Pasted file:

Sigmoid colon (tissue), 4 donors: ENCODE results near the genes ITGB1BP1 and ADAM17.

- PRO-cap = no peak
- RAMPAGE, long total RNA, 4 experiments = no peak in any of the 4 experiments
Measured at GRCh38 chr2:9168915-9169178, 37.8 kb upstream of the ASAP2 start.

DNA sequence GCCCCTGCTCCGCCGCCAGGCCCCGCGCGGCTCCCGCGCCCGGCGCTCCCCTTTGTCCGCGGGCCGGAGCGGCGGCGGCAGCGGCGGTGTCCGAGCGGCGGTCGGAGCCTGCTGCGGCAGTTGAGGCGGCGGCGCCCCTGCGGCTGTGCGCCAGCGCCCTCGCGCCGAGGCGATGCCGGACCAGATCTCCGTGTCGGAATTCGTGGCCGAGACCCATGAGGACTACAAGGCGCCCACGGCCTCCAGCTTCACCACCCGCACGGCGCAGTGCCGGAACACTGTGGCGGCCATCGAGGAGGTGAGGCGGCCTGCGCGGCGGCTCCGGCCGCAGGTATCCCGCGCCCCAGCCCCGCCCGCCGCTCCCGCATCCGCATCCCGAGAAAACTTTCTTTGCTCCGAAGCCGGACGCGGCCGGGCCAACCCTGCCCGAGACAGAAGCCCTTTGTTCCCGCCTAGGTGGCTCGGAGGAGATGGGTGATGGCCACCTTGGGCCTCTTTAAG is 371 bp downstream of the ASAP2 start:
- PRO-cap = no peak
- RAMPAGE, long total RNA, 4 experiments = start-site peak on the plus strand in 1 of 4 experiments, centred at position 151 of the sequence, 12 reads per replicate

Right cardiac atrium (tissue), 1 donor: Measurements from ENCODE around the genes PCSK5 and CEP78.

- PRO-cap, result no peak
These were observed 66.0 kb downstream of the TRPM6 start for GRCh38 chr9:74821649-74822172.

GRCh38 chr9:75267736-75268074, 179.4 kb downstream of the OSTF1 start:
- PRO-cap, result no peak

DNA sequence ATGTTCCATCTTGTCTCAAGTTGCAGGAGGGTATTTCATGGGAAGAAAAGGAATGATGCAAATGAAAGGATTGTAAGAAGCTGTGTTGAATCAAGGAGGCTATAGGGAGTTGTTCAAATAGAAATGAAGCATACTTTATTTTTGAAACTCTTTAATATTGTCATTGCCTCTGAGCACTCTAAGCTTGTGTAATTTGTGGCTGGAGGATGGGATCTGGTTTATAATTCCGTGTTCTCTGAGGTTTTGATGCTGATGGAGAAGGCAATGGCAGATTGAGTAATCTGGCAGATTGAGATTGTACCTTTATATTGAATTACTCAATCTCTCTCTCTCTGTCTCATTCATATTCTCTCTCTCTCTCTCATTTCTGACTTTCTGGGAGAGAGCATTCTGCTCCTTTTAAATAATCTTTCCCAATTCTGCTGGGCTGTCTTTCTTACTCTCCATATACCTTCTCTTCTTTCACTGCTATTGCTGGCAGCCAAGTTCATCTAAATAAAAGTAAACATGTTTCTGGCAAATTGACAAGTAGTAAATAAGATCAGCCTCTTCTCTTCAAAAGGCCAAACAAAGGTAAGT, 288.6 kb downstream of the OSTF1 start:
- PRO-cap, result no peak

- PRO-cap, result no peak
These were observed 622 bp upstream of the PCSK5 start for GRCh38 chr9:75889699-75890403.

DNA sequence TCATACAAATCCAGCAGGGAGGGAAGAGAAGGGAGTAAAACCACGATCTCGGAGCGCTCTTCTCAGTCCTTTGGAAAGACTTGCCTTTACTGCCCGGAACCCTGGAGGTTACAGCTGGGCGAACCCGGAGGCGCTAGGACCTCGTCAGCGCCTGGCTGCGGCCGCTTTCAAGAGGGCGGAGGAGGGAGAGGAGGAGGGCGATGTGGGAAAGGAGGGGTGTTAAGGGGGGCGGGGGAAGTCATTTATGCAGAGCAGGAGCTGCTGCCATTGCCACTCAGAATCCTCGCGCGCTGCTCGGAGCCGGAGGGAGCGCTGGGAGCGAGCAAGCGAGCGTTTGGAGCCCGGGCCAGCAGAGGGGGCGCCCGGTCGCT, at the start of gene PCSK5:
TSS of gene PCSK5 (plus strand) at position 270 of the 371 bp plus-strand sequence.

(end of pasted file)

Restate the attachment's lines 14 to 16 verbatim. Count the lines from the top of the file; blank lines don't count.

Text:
- PRO-cap, result no peak

- PRO-cap, result no peak
These were observed 622 bp upstream of the PCSK5 start for GRCh38 chr9:75889699-75890403.